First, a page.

I started the Sonnet sequence with the penitential sonnets of Anne Locke, then the Medications of Donne. Both these can be bleak: and most people think that reformed theology is dark, bleak and unremitting. They miss the spark of the divine. There is a comfort in knowing that your soul rests not in any act or doing of yourself, but in the completed work of Christ.
But the Romans take it to another level. It is the monastics who discuss the dark night of the soul, and the Jesuits who sent Hopkins, a frail English convert from High Church Anglicanism, to Trinity college and (unwittingly) to despair.
I wake and feel the fell of dark, not day.
What hours, O what black hours we have spent
This night! what sights you, heart, saw; ways you went!
And more must, in yet longer light's delay.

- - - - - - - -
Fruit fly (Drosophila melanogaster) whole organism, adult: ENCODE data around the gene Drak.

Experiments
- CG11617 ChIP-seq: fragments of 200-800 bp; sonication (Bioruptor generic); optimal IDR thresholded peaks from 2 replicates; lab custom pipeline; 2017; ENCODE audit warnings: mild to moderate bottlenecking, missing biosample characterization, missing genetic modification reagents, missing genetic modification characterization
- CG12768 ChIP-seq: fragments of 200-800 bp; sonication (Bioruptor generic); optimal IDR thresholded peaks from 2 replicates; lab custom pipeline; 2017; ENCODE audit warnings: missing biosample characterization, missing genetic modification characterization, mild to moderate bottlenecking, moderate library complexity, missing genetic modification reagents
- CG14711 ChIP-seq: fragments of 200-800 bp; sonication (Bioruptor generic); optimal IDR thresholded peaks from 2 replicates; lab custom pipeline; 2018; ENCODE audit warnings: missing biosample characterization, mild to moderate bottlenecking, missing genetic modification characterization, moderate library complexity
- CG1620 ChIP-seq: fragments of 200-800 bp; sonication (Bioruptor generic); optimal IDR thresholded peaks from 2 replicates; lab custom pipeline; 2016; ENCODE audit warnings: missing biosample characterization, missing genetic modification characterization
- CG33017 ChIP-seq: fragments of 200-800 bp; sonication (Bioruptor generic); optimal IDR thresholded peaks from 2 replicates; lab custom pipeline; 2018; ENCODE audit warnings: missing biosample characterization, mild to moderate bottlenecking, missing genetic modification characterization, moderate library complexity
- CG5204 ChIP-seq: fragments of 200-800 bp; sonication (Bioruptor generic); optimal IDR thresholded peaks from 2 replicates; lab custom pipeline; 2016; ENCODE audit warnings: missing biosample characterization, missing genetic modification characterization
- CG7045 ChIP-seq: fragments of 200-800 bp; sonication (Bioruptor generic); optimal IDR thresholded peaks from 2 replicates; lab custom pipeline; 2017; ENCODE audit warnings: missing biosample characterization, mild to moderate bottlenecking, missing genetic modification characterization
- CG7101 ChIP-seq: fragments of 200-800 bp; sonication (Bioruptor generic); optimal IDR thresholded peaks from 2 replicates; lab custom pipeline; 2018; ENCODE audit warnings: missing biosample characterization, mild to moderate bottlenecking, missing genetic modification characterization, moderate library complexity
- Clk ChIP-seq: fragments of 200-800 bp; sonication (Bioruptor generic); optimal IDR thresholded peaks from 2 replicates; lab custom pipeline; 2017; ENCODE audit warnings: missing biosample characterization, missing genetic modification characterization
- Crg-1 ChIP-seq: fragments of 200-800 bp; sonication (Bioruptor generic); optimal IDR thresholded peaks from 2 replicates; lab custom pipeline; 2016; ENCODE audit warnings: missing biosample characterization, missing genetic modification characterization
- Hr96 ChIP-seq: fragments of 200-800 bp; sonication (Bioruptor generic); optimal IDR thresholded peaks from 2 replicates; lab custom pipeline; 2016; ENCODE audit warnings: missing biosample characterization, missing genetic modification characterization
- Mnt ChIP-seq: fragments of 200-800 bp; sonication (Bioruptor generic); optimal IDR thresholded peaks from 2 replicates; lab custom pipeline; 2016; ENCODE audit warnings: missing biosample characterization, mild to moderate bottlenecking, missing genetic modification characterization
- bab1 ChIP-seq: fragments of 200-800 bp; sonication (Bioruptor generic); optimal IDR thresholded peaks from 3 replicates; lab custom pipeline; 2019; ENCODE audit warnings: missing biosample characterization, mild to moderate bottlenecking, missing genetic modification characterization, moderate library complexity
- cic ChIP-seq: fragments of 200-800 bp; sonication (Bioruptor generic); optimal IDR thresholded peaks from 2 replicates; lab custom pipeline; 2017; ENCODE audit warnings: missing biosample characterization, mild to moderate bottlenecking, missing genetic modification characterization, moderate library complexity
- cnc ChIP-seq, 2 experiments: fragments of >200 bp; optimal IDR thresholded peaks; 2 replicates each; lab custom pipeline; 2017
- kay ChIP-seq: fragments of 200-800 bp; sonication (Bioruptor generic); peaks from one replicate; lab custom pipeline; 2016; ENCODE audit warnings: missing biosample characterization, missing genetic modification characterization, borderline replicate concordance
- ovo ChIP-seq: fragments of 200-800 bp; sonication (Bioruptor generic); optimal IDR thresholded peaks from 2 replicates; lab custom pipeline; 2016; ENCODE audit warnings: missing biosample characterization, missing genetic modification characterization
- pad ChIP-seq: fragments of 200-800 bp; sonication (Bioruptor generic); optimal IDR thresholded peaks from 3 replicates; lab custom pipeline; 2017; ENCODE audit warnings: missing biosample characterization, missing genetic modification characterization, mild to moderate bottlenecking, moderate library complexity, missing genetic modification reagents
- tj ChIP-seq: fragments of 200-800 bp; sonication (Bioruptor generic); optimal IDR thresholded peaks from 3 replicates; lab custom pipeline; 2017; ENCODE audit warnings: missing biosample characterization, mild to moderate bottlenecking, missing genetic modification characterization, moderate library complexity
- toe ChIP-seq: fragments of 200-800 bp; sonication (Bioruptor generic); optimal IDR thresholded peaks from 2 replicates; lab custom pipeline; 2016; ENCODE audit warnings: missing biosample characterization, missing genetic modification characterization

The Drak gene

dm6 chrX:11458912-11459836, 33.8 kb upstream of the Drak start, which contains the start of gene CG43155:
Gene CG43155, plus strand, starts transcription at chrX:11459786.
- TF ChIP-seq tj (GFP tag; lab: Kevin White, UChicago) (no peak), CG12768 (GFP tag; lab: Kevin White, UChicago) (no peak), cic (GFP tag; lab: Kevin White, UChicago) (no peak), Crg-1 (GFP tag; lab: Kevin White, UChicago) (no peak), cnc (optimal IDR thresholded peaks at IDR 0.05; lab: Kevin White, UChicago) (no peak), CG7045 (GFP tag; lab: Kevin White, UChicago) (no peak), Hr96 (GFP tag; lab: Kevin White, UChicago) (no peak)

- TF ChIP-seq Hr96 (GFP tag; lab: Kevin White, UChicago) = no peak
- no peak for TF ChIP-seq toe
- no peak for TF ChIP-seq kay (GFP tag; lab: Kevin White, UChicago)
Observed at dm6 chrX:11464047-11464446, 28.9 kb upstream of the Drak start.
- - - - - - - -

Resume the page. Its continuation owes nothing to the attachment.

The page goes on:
With witness I speak this. But where I say
Hours I mean years, mean life. And my lament
Is cries countless, cries like dead letters sent
To dearest him that lives alas! away.
I am gall, I am heartburn. God's most deep decree
Bitter would have me taste: my taste was me;
Bones built in me, flesh filled, blood brimmed the curse.
Selfyeast of spirit a dull dough sours. I see
The lost are like this, and their scourge to be
As I am mine, their sweating selves; but worse.
,cite>Gerard Manley Hopkins